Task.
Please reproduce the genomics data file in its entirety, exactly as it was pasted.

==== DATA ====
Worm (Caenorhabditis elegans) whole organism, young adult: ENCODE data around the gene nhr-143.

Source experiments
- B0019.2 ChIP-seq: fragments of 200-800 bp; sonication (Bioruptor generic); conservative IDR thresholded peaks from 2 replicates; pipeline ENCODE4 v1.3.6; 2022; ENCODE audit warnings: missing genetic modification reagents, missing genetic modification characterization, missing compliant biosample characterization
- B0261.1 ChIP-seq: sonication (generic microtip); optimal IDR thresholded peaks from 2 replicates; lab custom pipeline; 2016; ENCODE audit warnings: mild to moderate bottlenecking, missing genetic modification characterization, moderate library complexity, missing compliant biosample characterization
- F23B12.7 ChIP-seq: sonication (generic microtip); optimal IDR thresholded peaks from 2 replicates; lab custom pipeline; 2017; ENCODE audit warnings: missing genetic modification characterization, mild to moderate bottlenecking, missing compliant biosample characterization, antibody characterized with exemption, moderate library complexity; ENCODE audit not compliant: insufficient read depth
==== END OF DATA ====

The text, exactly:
Worm (Caenorhabditis elegans) whole organism, young adult: ENCODE data around the gene nhr-143.

Source experiments
- B0019.2 ChIP-seq: fragments of 200-800 bp; sonication (Bioruptor generic); conservative IDR thresholded peaks from 2 replicates; pipeline ENCODE4 v1.3.6; 2022; ENCODE audit warnings: missing genetic modification reagents, missing genetic modification characterization, missing compliant biosample characterization
- B0261.1 ChIP-seq: sonication (generic microtip); optimal IDR thresholded peaks from 2 replicates; lab custom pipeline; 2016; ENCODE audit warnings: mild to moderate bottlenecking, missing genetic modification characterization, moderate library complexity, missing compliant biosample characterization
- F23B12.7 ChIP-seq: sonication (generic microtip); optimal IDR thresholded peaks from 2 replicates; lab custom pipeline; 2017; ENCODE audit warnings: missing genetic modification characterization, mild to moderate bottlenecking, missing compliant biosample characterization, antibody characterized with exemption, moderate library complexity; ENCODE audit not compliant: insufficient read depth